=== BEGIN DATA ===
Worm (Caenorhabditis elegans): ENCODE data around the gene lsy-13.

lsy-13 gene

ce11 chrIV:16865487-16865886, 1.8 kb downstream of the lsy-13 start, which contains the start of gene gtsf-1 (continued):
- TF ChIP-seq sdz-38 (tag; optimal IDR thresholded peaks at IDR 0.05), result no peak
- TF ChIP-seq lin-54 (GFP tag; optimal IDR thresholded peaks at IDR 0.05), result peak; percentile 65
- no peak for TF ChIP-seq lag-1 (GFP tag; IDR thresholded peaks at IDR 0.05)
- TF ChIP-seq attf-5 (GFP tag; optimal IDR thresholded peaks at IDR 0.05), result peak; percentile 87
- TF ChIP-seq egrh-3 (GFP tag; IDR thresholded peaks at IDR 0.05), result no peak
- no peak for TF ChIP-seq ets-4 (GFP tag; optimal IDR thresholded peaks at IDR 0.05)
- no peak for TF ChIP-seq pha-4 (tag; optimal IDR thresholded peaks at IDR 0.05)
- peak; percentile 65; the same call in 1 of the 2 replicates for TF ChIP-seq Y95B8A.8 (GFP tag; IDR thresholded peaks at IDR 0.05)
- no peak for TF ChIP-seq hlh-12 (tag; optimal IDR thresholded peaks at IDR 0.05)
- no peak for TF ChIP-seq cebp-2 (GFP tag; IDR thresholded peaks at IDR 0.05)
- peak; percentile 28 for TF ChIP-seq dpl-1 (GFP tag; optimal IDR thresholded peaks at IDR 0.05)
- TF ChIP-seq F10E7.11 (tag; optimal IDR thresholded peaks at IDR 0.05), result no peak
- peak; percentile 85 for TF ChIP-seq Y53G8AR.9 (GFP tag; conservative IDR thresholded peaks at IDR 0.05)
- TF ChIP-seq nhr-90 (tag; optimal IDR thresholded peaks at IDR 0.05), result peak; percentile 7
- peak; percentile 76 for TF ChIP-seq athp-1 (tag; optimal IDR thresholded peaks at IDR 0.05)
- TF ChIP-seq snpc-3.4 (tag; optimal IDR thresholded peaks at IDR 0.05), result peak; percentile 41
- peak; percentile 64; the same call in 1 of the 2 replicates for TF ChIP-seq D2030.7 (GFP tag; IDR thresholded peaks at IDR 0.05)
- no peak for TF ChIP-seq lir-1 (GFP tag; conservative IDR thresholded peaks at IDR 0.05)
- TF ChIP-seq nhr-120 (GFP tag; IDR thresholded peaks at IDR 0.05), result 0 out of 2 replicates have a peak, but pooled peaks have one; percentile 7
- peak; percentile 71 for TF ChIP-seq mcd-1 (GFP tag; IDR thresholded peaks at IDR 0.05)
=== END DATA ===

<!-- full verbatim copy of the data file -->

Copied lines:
Worm (Caenorhabditis elegans): ENCODE data around the gene lsy-13.

lsy-13 gene

ce11 chrIV:16865487-16865886, 1.8 kb downstream of the lsy-13 start, which contains the start of gene gtsf-1 (continued):
- TF ChIP-seq sdz-38 (tag; optimal IDR thresholded peaks at IDR 0.05), result no peak
- TF ChIP-seq lin-54 (GFP tag; optimal IDR thresholded peaks at IDR 0.05), result peak; percentile 65
- no peak for TF ChIP-seq lag-1 (GFP tag; IDR thresholded peaks at IDR 0.05)
- TF ChIP-seq attf-5 (GFP tag; optimal IDR thresholded peaks at IDR 0.05), result peak; percentile 87
- TF ChIP-seq egrh-3 (GFP tag; IDR thresholded peaks at IDR 0.05), result no peak
- no peak for TF ChIP-seq ets-4 (GFP tag; optimal IDR thresholded peaks at IDR 0.05)
- no peak for TF ChIP-seq pha-4 (tag; optimal IDR thresholded peaks at IDR 0.05)
- peak; percentile 65; the same call in 1 of the 2 replicates for TF ChIP-seq Y95B8A.8 (GFP tag; IDR thresholded peaks at IDR 0.05)
- no peak for TF ChIP-seq hlh-12 (tag; optimal IDR thresholded peaks at IDR 0.05)
- no peak for TF ChIP-seq cebp-2 (GFP tag; IDR thresholded peaks at IDR 0.05)
- peak; percentile 28 for TF ChIP-seq dpl-1 (GFP tag; optimal IDR thresholded peaks at IDR 0.05)
- TF ChIP-seq F10E7.11 (tag; optimal IDR thresholded peaks at IDR 0.05), result no peak
- peak; percentile 85 for TF ChIP-seq Y53G8AR.9 (GFP tag; conservative IDR thresholded peaks at IDR 0.05)
- TF ChIP-seq nhr-90 (tag; optimal IDR thresholded peaks at IDR 0.05), result peak; percentile 7
- peak; percentile 76 for TF ChIP-seq athp-1 (tag; optimal IDR thresholded peaks at IDR 0.05)
- TF ChIP-seq snpc-3.4 (tag; optimal IDR thresholded peaks at IDR 0.05), result peak; percentile 41
- peak; percentile 64; the same call in 1 of the 2 replicates for TF ChIP-seq D2030.7 (GFP tag; IDR thresholded peaks at IDR 0.05)
- no peak for TF ChIP-seq lir-1 (GFP tag; conservative IDR thresholded peaks at IDR 0.05)
- TF ChIP-seq nhr-120 (GFP tag; IDR thresholded peaks at IDR 0.05), result 0 out of 2 replicates have a peak, but pooled peaks have one; percentile 7
- peak; percentile 71 for TF ChIP-seq mcd-1 (GFP tag; IDR thresholded peaks at IDR 0.05)